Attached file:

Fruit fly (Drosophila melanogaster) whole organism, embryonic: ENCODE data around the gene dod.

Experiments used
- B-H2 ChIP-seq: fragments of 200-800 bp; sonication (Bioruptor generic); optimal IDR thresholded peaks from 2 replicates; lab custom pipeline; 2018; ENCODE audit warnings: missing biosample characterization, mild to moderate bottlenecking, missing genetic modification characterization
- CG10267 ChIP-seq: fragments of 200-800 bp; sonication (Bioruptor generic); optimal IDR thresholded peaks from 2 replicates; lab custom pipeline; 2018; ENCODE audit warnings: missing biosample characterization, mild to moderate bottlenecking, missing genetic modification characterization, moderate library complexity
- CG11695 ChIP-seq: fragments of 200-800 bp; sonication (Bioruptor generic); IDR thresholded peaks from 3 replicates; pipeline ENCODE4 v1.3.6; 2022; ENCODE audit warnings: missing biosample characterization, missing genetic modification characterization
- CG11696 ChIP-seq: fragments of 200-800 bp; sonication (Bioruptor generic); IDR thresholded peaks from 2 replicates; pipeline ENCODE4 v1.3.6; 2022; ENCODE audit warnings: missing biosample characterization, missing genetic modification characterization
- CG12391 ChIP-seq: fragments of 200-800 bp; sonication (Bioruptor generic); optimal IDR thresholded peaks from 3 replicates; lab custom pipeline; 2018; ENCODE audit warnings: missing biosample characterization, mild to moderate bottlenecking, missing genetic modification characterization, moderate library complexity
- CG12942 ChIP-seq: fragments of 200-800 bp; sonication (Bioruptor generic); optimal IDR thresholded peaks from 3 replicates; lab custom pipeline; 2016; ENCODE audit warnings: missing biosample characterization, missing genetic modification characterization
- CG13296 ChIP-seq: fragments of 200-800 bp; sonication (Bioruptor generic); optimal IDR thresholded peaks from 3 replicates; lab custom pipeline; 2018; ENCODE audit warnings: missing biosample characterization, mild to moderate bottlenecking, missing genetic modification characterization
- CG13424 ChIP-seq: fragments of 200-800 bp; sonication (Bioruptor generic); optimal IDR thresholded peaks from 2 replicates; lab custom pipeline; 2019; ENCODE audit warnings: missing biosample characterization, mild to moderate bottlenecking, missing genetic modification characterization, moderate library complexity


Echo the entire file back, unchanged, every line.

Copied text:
Fruit fly (Drosophila melanogaster) whole organism, embryonic: ENCODE data around the gene dod.

Experiments used
- B-H2 ChIP-seq: fragments of 200-800 bp; sonication (Bioruptor generic); optimal IDR thresholded peaks from 2 replicates; lab custom pipeline; 2018; ENCODE audit warnings: missing biosample characterization, mild to moderate bottlenecking, missing genetic modification characterization
- CG10267 ChIP-seq: fragments of 200-800 bp; sonication (Bioruptor generic); optimal IDR thresholded peaks from 2 replicates; lab custom pipeline; 2018; ENCODE audit warnings: missing biosample characterization, mild to moderate bottlenecking, missing genetic modification characterization, moderate library complexity
- CG11695 ChIP-seq: fragments of 200-800 bp; sonication (Bioruptor generic); IDR thresholded peaks from 3 replicates; pipeline ENCODE4 v1.3.6; 2022; ENCODE audit warnings: missing biosample characterization, missing genetic modification characterization
- CG11696 ChIP-seq: fragments of 200-800 bp; sonication (Bioruptor generic); IDR thresholded peaks from 2 replicates; pipeline ENCODE4 v1.3.6; 2022; ENCODE audit warnings: missing biosample characterization, missing genetic modification characterization
- CG12391 ChIP-seq: fragments of 200-800 bp; sonication (Bioruptor generic); optimal IDR thresholded peaks from 3 replicates; lab custom pipeline; 2018; ENCODE audit warnings: missing biosample characterization, mild to moderate bottlenecking, missing genetic modification characterization, moderate library complexity
- CG12942 ChIP-seq: fragments of 200-800 bp; sonication (Bioruptor generic); optimal IDR thresholded peaks from 3 replicates; lab custom pipeline; 2016; ENCODE audit warnings: missing biosample characterization, missing genetic modification characterization
- CG13296 ChIP-seq: fragments of 200-800 bp; sonication (Bioruptor generic); optimal IDR thresholded peaks from 3 replicates; lab custom pipeline; 2018; ENCODE audit warnings: missing biosample characterization, mild to moderate bottlenecking, missing genetic modification characterization
- CG13424 ChIP-seq: fragments of 200-800 bp; sonication (Bioruptor generic); optimal IDR thresholded peaks from 2 replicates; lab custom pipeline; 2019; ENCODE audit warnings: missing biosample characterization, mild to moderate bottlenecking, missing genetic modification characterization, moderate library complexity